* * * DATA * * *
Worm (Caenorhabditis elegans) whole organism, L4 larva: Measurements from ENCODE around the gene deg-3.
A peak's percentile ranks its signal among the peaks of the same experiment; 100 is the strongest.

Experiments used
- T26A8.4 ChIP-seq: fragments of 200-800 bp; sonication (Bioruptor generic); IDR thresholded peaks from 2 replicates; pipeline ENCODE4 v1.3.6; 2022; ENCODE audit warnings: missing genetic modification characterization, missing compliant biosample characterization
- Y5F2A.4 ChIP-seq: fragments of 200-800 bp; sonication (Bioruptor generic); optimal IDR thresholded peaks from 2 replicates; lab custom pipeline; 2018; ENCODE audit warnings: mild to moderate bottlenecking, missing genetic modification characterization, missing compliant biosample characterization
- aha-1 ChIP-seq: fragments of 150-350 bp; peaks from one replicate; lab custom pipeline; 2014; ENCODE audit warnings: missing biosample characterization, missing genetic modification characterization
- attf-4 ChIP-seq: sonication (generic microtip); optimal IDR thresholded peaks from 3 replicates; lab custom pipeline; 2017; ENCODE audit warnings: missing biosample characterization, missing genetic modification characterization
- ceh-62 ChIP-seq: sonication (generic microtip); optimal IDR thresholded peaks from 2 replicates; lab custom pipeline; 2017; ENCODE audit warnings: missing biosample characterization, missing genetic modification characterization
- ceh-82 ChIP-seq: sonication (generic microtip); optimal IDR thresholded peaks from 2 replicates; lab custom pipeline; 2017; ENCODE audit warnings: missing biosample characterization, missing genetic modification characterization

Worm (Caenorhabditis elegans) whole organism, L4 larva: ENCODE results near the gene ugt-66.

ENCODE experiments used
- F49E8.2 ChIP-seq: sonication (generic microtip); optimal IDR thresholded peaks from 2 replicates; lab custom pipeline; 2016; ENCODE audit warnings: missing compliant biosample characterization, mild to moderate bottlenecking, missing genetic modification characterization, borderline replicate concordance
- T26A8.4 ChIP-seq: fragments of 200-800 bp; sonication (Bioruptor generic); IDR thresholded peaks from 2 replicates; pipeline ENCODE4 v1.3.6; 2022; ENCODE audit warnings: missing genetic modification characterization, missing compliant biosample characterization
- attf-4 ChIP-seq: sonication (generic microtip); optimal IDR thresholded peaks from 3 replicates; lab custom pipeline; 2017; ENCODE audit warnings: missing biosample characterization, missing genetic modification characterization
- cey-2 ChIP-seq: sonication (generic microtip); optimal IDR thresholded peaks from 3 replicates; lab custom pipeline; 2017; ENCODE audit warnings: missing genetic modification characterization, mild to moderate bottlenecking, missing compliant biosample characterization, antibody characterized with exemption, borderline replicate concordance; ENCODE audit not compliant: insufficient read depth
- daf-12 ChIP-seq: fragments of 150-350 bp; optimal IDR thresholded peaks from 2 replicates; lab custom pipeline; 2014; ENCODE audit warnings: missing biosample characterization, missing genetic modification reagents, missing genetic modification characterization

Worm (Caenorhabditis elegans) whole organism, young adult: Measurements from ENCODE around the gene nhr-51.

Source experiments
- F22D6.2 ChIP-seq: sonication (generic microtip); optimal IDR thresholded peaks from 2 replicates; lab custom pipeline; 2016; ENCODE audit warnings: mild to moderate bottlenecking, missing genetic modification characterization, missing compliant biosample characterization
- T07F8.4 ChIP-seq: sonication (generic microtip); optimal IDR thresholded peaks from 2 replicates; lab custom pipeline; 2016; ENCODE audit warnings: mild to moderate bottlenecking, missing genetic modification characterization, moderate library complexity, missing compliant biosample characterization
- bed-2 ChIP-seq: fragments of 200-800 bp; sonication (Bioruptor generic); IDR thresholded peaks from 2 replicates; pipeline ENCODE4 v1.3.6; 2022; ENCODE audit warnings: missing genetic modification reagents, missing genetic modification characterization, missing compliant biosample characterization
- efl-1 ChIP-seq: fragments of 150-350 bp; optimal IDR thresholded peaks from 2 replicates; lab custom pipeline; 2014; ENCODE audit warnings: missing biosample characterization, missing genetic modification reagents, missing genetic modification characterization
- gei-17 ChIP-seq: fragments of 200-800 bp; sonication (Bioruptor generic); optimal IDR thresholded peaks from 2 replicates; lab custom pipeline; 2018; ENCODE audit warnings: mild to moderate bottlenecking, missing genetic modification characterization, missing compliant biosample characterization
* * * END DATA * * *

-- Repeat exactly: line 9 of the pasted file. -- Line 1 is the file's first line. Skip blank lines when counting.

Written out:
- ceh-82 ChIP-seq: sonication (generic microtip); optimal IDR thresholded peaks from 2 replicates; lab custom pipeline; 2017; ENCODE audit warnings: missing biosample characterization, missing genetic modification characterization